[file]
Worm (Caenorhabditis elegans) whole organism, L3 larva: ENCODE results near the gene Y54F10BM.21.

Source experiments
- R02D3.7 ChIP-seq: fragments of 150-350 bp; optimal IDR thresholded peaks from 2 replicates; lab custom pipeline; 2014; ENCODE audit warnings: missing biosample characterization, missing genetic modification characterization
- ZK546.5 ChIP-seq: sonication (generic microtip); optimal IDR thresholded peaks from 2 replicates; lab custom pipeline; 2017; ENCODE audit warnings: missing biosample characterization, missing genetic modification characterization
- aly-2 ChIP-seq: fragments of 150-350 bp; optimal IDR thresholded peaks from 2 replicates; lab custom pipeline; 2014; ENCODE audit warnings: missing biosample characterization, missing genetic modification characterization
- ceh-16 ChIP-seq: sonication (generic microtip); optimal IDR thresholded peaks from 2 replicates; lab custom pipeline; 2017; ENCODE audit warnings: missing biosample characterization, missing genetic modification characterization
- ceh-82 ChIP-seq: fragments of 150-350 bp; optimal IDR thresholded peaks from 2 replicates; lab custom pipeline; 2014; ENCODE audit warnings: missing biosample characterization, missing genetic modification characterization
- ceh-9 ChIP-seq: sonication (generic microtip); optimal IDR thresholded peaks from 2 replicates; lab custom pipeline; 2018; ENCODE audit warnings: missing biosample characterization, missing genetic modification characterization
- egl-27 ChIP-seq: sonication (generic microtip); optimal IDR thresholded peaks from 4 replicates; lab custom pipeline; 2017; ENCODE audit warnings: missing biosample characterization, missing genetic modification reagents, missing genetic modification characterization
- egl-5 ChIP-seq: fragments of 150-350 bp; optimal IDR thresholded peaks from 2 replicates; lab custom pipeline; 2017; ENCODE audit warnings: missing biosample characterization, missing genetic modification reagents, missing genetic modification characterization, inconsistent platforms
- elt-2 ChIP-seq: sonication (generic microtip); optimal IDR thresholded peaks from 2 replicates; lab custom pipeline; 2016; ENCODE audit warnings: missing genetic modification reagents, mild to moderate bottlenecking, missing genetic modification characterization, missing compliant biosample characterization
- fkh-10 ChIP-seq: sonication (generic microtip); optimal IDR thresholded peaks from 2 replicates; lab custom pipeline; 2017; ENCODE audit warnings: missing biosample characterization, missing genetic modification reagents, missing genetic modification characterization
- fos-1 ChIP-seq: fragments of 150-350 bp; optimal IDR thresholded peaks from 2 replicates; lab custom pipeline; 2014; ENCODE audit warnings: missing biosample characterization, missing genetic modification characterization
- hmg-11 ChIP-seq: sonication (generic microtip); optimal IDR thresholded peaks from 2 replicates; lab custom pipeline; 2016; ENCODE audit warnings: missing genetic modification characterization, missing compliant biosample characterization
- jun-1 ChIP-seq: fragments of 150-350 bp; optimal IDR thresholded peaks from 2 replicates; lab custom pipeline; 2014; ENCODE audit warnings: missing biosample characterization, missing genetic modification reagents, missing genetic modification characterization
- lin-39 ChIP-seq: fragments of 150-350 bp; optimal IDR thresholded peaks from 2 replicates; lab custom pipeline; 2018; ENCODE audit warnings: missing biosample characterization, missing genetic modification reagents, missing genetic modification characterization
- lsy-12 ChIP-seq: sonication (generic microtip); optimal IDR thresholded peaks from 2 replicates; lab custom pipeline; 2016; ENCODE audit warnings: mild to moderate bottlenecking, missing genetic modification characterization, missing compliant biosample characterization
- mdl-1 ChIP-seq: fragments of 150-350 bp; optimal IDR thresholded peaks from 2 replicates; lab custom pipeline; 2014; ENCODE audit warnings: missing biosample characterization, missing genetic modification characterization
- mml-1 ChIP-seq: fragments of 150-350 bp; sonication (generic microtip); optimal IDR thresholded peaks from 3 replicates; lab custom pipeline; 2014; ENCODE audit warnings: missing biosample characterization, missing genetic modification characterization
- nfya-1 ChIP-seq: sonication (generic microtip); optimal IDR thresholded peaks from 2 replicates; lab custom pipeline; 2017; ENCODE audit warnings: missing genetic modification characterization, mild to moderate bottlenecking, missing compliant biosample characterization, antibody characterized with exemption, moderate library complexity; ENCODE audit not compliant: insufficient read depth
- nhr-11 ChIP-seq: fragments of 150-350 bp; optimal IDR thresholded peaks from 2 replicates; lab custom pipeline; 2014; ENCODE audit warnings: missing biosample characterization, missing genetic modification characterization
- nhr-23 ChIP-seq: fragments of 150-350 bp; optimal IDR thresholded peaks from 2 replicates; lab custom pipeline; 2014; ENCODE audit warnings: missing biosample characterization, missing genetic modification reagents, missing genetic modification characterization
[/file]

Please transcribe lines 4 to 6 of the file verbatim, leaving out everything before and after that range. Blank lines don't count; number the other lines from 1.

- ZK546.5 ChIP-seq: sonication (generic microtip); optimal IDR thresholded peaks from 2 replicates; lab custom pipeline; 2017; ENCODE audit warnings: missing biosample characterization, missing genetic modification characterization
- aly-2 ChIP-seq: fragments of 150-350 bp; optimal IDR thresholded peaks from 2 replicates; lab custom pipeline; 2014; ENCODE audit warnings: missing biosample characterization, missing genetic modification characterization
- ceh-16 ChIP-seq: sonication (generic microtip); optimal IDR thresholded peaks from 2 replicates; lab custom pipeline; 2017; ENCODE audit warnings: missing biosample characterization, missing genetic modification characterization